But swimming is still going strong. You are still going strong. Nothing else has beaten you, nothing else has taken away the things you’ve gained through swimming. We’re here to tell you that with all you’ve swum through with a smile on your face, coronavirus doesn’t stand a chance.

In fact, the adversity you’ve faced has only made swimming more important to you. One of the great goals of sport is to help you develop the life skills to handle adversity. Everything you’ve overcome in the past has made you stronger, has made you the better, tougher, more well-rounded person you are today. And the pain you feel now is only going to make you better in the future.

One purpose of sports is to help develop life skills for the really important stuff. And this is really important. Coronavirus hasn’t taken swimming away from you. Swimming has prepared you to overcome coronavirus.

When competition eventually resumes – and it will – we’re going to see an explosion of times the likes of which we haven’t seen in years. We’ll get two seasons-worth of time drops at once. We’ll see swimmers transformed and times surging and leaping forward. And we’ll see a group of swimmers – and people – molded and shaped by adversity into a stronger, tougher, more resolute group than they would have been otherwise.

Coronavirus can’t take away the season that you had. It’s going to be sorry it ever tried.

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Well it did

The Importer AND Exporter

Yep and the anger is out there. One A&M swimmer put up a middle finger to the NCAA post on the gram but then took it down.


Please turn off the water faucet, while washing your hands. Do not waste water. Thank you.

Max McQ

Oh well


Still got my training in…just indoors!




I understand the “it’s the journey not the destination” mindset. It’s a good way to approach something like this because it reminds you that it’s still worth it to train even if you don’t get the opportunity to compete.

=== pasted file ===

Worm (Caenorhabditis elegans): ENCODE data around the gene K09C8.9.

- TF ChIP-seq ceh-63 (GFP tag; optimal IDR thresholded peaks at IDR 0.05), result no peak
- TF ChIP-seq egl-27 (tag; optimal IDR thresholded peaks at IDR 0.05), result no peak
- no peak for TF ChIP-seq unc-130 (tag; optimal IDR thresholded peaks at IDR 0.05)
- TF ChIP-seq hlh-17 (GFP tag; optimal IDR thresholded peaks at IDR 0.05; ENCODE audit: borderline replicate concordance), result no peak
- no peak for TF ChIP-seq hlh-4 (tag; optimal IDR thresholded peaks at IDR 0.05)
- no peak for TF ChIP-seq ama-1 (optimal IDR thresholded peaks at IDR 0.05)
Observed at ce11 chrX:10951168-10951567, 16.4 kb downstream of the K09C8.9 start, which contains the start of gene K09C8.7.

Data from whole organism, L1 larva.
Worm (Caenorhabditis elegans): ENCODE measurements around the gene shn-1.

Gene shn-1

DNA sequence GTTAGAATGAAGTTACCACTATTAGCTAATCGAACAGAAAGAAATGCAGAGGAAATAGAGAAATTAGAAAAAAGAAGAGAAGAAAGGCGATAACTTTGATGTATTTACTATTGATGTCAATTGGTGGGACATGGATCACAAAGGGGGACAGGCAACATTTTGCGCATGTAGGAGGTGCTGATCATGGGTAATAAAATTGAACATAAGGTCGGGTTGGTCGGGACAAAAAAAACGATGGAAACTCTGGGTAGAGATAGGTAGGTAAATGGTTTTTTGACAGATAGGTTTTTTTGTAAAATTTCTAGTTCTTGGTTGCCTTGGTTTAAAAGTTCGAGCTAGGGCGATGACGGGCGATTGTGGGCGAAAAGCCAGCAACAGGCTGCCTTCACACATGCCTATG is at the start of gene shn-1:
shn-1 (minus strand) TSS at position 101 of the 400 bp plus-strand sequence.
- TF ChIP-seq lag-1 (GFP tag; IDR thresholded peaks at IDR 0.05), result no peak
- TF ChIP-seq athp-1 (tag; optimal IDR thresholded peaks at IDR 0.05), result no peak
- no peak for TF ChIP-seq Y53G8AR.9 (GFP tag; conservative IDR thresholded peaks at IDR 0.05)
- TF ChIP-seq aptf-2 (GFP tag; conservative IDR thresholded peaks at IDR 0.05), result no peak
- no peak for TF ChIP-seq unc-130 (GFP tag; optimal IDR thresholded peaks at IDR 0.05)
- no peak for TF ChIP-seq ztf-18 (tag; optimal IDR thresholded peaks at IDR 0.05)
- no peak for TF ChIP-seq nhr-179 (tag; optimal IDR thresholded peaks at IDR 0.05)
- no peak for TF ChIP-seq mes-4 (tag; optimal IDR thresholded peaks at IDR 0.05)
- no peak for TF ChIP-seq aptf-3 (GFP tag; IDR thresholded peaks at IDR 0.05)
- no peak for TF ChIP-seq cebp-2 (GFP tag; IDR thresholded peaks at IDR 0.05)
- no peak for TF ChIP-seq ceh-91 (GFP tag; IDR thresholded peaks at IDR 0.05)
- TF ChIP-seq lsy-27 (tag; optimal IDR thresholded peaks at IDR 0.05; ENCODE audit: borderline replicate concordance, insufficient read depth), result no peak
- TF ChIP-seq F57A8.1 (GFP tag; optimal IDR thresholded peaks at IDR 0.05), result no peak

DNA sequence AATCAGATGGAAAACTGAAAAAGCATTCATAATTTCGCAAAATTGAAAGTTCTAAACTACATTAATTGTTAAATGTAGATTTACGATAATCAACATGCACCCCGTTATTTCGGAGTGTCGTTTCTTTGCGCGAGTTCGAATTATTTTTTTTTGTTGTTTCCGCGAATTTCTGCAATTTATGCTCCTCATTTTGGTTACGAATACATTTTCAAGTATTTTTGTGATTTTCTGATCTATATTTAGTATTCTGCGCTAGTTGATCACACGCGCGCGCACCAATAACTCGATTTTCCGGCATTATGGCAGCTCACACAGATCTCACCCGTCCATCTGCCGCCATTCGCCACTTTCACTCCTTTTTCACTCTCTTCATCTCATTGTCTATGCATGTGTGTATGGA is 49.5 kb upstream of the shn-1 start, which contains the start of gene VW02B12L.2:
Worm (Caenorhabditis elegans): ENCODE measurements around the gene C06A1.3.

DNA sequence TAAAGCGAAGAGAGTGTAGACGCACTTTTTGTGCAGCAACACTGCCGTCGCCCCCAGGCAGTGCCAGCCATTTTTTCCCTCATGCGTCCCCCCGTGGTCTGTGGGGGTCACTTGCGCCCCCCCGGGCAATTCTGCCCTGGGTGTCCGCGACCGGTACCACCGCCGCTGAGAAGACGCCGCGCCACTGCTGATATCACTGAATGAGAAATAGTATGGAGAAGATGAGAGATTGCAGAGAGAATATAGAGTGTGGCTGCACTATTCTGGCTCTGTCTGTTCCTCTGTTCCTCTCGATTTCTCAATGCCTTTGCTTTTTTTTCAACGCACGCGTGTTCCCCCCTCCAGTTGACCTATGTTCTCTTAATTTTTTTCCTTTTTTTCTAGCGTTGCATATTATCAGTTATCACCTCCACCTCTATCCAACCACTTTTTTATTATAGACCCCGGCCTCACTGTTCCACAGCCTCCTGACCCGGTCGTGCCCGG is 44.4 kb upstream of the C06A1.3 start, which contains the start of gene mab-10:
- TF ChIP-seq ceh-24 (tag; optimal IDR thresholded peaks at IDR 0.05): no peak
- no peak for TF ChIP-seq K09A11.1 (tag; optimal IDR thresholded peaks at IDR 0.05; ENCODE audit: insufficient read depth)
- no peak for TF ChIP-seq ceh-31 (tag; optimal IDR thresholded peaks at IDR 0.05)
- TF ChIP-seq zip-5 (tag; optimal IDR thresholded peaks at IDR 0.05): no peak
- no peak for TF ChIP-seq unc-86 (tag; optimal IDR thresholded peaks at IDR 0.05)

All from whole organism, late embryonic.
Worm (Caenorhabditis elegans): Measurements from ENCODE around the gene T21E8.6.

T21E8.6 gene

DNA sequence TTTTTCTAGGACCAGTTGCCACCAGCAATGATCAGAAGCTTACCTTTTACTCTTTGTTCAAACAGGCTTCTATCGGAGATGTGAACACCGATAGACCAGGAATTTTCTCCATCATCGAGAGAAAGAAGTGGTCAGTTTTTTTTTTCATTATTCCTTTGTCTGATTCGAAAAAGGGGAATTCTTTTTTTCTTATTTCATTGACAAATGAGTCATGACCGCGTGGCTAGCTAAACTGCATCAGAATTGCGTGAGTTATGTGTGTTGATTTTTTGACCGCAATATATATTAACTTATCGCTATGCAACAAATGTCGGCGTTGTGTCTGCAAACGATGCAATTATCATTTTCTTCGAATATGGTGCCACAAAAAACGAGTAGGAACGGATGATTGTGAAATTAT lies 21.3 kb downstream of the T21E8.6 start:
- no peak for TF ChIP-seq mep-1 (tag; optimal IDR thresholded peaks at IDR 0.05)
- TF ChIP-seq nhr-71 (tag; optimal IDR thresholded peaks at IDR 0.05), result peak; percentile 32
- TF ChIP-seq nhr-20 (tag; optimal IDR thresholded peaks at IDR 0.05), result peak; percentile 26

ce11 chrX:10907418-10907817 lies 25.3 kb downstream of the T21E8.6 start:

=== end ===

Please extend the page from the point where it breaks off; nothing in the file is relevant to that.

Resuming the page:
That being said, I would be beyond angry if my end-of-year meet was canceled and instantly telling people to look on the bright side or tell them it’s not that bad isn’t the answer. It’s not fair to them, even if it is necessary. If your meet was canceled, you’re allowed to be angry about it.

Benedict Arnold Schwarzenegger

Did you… read it? It pretty clearly says athletes are not just allowed to be angry, but should feel that. It’s also really not about looking on the bright side and never tells athletes that things aren’t that bad. In fact, your comment doesn’t seem relevant to literally anything written here.


“90% of the taper meet is what you did to get there.” That sounds pretty much like “journey not the destination” to me. The second half was more my general feeling about the whole situation, not directed at this article in particular.


I was on deck at a championship meet, preparing to get my swimmers in the water to warm up, when we got the call that the meet was to be canceled. I think there is some value in allowing swimmers to be angry about it, but at the same time it’s important to try and emphasize to the swimmers that this is not the final step in their journey of life. Swimming is about so much more than the swim meets we all want to see the swimmers perform at. It’s about the friendships, the hard work and determination, and the unwillingness to ever give up in the face of adversity. No swimmer will really care about what place their… Read more »


Very good point NCSWIMFAN. If you watch the most recent Ben and Caeleb podcast, it’s a good one today and talks about the little things you remember the most, not the times you achieved. (particularly around the 28min mark Ben blows Caeleb’s mind)


Shame on the coaches that are trying to bully their LSC’s to go around the USA Swimming decision and try to hold meets. Do not put the volunteers and families in this kind of situation.


I totally agree that it’s not the right thing to do. But I also realize coaches are dealing with a ton of pressure from some swimmers and parents, in addition to the fact that they feel responsible for their swimmers’ success — it’s their job. This is the damage caused by the lack of awareness in the general public. Wonder why? Not everyone is equipped with the knowledge and ability to locate reliable information, verify with trustworthy sources and generate the correct assessment of what’s going on and what is coming. One of the strongest voice in the country (sadly) has been telling people “it’s a flu”.


If this happened in March of 2010, my son would not have had the opportunity to have the best meet of his life which was the difference in him getting accepted to the college of his choice or being rejected. Had this Wuhan virus exploded then, he would not have gotten into his first choice school.